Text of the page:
Over the next few posts I’ll look closely at the Greens’ election result, questions about the party’s relatively poor performance, and calls for the Greens to shift to the centre (or that there should be a blue-green party).
One of the big surprises of the election was the fall in Green votes. Despite polling strongly prior to the election, the Greens received only 10.02%. Of course, Labour’s abysmal failure stole the limelight, but the decrease itself is interesting.
There has been a bit of speculation about the drop, but until there is better data available there is no way of knowing the reason for sure. While speculation is interesting, it is not that illuminating. As Nate Silver famously stated, ‘punditry is fundamentally useless’. Of course, if being fundamentally useless stopped bloggers, we wouldn’t have Bomber Bradbury. So prepare for punditry.
My view is that some of the following factors may have been at play:
A weaker campaign from the Greens
‘Love New Zealand’ was a muddled message with average billboards. The concept was too clever by half. At a glance (which is all most voters pay), the message was contradictory. The billboards didn’t obviously link the image to the message to the imperative to vote Green. The kids’ lunch box image in particular was confusing. The eye is drawn to the bright apple and shoes, when it is supposed to notice the lack of shoes and lunch. It’s hard to draw people’s attention to the lack of something, especially when the absence is hidden behind white letters. In contrast 2011’s Jobs, Rivers, Kids was a superb valence issue-based campaign.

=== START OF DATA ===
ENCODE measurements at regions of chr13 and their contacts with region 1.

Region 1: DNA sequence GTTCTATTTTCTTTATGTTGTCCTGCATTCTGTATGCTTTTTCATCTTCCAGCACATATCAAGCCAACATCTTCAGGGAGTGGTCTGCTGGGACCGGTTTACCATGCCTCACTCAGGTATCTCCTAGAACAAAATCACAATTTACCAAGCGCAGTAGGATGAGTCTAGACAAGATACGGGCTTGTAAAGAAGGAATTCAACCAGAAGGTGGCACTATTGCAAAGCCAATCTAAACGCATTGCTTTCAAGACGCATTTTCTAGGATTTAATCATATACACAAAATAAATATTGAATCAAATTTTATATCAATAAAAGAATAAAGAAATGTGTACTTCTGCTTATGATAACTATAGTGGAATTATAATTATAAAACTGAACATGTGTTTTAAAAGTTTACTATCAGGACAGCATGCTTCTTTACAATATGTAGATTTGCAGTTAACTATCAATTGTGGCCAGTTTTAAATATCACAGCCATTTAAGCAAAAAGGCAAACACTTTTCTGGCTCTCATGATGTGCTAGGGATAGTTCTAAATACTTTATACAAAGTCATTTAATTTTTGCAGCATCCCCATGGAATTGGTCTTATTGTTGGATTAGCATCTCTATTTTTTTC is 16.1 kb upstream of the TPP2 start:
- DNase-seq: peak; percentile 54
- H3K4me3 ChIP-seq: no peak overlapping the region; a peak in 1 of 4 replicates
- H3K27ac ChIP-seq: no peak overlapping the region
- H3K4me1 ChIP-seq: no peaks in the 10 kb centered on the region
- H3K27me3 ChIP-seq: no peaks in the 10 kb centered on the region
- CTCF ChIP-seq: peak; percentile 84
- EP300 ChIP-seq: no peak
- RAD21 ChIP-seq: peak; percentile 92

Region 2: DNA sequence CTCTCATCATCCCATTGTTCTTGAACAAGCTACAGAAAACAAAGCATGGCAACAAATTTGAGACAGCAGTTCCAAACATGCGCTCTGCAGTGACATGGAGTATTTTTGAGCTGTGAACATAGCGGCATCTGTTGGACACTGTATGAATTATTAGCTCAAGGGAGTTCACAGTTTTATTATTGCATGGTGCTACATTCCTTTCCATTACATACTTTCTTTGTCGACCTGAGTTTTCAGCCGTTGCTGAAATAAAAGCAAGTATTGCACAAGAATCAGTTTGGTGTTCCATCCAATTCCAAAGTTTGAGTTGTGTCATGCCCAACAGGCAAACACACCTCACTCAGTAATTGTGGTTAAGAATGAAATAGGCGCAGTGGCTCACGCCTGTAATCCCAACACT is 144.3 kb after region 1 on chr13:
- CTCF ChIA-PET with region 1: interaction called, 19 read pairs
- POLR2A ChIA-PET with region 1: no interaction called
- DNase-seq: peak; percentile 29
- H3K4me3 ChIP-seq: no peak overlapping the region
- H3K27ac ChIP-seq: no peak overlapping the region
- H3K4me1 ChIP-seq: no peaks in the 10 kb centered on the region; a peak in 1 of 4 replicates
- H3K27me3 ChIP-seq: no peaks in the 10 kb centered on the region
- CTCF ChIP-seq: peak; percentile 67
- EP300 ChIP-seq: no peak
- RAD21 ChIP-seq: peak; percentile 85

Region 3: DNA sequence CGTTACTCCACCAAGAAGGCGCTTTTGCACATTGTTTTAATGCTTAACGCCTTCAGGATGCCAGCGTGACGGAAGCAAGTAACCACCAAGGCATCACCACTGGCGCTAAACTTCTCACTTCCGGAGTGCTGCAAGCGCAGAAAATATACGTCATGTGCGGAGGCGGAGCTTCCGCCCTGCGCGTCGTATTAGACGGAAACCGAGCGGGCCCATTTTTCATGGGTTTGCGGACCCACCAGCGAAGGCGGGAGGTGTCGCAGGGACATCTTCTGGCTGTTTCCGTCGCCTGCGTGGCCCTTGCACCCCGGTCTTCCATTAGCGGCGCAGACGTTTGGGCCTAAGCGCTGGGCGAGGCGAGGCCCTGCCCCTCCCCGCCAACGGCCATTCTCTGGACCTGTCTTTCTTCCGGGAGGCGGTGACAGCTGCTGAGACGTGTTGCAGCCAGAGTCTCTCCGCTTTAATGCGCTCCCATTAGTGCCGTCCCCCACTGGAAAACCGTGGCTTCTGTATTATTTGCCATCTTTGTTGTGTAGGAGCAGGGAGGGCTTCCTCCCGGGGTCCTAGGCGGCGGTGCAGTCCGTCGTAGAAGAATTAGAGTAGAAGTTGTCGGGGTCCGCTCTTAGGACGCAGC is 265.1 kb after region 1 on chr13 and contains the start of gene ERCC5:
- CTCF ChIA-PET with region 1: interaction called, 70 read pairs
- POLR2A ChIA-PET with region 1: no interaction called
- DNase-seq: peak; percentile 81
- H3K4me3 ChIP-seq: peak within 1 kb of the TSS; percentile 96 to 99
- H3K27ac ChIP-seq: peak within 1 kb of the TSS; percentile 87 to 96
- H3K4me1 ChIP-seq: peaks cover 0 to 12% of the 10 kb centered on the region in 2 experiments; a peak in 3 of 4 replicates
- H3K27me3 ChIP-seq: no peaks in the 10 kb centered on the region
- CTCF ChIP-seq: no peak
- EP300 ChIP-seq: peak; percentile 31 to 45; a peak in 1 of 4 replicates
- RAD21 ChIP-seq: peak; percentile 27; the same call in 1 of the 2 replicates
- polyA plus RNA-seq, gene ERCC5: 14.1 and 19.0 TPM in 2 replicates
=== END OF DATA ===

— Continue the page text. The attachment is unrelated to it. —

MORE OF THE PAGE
No Rena on the reef
Environmental tragedy aside, the Rena was manna from heaven for the Greens in 2011. That’s a pretty craven assessment, I know, but it’s true. It provided a great opportunity for Russel and Metiria to don white overalls for photo ops, which provided a nice contrast to the bumbling Phil Goff.
Blue-greens didn’t feel safe voting Green this time
The perception that the election would be close meant National voters concerned with the environment did not flirt with a Green vote. As I’ve previously shown, there is a pool of thousands of socially conservative voters who are concerned with the environment. They might lean green when the Nats are safe, but in tough times they flock home.
Dirty politics sucked up all the oxygen
As Russel has himself noted, this campaign focused a lot on Dirty Politics. It was hard to promote your policies when the coverage was dominated by a political proxy war between Nicky Hager and Whaleoil, with a cameo from Eminem.
Fear of Cunliffe and/or Dotcom
The stench from these two may have spooked the horses, pure and simple.
Lost protest votes
Conversely, Internet-Mana may have stolen some of the protest vote.
In the next post I’ll discuss Gareth Morgan’s call for a new blue-green party and Duncan Garner’s claim the Greens should be willing to offer confidence and supply to National.